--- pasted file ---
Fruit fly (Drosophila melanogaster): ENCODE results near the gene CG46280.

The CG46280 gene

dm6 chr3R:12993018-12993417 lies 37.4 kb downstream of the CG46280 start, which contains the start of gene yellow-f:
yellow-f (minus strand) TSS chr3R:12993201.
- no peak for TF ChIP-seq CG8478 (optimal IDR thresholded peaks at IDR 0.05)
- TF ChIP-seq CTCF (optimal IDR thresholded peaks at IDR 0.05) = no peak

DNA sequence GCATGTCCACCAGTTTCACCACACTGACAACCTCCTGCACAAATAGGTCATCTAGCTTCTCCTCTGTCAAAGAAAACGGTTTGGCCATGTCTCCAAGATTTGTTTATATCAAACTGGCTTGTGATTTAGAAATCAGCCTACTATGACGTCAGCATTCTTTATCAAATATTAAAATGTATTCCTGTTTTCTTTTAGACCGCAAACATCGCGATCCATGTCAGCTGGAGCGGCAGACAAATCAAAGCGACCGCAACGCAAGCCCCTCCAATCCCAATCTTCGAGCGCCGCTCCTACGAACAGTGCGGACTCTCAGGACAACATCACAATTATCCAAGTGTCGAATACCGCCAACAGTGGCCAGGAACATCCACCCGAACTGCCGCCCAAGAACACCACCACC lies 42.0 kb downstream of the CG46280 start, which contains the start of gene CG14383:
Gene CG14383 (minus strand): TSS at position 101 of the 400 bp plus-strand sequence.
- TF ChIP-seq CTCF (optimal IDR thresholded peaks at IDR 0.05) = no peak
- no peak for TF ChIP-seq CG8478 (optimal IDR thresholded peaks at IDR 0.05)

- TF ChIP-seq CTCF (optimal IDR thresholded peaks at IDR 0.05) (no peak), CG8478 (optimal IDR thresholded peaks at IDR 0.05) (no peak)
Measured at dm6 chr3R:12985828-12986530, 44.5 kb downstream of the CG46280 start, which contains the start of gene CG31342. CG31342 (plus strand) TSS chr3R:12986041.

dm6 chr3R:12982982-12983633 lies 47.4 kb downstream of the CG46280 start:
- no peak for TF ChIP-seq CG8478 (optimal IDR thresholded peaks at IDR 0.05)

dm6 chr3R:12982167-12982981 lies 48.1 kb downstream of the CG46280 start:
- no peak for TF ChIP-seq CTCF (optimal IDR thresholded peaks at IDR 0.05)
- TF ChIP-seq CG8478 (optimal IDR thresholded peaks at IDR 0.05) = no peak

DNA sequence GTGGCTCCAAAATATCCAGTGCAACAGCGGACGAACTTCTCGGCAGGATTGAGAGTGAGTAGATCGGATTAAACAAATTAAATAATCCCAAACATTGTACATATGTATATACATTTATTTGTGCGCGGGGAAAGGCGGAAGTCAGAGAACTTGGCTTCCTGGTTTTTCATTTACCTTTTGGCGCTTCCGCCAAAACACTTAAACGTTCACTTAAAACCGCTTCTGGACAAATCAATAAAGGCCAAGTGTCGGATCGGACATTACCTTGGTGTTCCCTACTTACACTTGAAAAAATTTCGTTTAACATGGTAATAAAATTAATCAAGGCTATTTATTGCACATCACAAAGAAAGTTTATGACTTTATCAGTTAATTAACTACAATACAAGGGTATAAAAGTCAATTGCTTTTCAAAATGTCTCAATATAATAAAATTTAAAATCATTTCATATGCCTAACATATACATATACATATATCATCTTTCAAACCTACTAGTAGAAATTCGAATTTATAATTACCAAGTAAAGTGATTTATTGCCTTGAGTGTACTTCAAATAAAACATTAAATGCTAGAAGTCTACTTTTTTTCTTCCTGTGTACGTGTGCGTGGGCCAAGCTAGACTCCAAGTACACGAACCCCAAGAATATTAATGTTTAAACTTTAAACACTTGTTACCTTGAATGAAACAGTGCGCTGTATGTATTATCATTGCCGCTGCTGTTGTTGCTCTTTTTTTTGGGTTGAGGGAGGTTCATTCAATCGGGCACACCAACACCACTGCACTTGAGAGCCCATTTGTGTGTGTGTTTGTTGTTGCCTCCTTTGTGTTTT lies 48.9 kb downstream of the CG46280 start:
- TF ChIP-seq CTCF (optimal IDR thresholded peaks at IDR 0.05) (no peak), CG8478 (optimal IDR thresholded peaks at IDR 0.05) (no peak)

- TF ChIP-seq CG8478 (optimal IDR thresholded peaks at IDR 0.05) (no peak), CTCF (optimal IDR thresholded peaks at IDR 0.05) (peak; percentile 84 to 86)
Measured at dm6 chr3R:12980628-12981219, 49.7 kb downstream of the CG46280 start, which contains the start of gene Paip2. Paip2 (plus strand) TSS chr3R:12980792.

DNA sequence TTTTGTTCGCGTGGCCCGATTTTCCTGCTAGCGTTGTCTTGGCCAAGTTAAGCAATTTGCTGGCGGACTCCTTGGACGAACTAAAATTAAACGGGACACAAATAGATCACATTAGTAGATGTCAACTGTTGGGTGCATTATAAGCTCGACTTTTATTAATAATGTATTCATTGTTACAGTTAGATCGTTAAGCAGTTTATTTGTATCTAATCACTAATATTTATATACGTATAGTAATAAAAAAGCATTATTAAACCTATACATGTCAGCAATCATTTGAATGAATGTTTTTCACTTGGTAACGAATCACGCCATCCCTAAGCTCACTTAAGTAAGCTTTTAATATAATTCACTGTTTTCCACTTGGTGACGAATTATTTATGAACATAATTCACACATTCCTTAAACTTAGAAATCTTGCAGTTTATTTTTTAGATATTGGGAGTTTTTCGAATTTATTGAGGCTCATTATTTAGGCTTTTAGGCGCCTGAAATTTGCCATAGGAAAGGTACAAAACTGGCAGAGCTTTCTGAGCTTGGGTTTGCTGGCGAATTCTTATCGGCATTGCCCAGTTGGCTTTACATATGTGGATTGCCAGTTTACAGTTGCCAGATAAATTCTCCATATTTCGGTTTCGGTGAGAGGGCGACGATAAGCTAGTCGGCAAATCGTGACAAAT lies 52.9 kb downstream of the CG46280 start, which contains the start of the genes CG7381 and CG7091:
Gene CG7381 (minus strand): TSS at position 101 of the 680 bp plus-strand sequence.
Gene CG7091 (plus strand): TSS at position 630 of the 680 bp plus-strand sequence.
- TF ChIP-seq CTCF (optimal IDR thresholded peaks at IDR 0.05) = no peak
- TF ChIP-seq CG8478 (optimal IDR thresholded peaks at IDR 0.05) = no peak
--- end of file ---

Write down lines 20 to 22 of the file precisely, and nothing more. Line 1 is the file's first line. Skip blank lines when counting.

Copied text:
- TF ChIP-seq CG8478 (optimal IDR thresholded peaks at IDR 0.05) (no peak), CTCF (optimal IDR thresholded peaks at IDR 0.05) (peak; percentile 84 to 86)
Measured at dm6 chr3R:12980628-12981219, 49.7 kb downstream of the CG46280 start, which contains the start of gene Paip2. Paip2 (plus strand) TSS chr3R:12980792.

DNA sequence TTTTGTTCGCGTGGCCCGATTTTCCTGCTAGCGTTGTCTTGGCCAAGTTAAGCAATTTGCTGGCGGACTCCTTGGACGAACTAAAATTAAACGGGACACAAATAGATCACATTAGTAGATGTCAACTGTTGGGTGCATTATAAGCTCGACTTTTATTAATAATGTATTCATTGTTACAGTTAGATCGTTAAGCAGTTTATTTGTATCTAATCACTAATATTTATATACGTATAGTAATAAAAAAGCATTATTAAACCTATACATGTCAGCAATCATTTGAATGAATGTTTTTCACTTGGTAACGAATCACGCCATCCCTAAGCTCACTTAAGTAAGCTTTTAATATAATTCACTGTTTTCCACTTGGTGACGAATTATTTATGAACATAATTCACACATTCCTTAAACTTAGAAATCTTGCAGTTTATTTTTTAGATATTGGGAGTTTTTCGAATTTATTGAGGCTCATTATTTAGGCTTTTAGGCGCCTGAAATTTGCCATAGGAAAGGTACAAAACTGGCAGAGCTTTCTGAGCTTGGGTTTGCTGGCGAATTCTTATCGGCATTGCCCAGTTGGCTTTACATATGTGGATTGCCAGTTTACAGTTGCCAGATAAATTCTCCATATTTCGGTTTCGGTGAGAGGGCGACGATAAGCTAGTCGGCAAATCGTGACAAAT lies 52.9 kb downstream of the CG46280 start, which contains the start of the genes CG7381 and CG7091: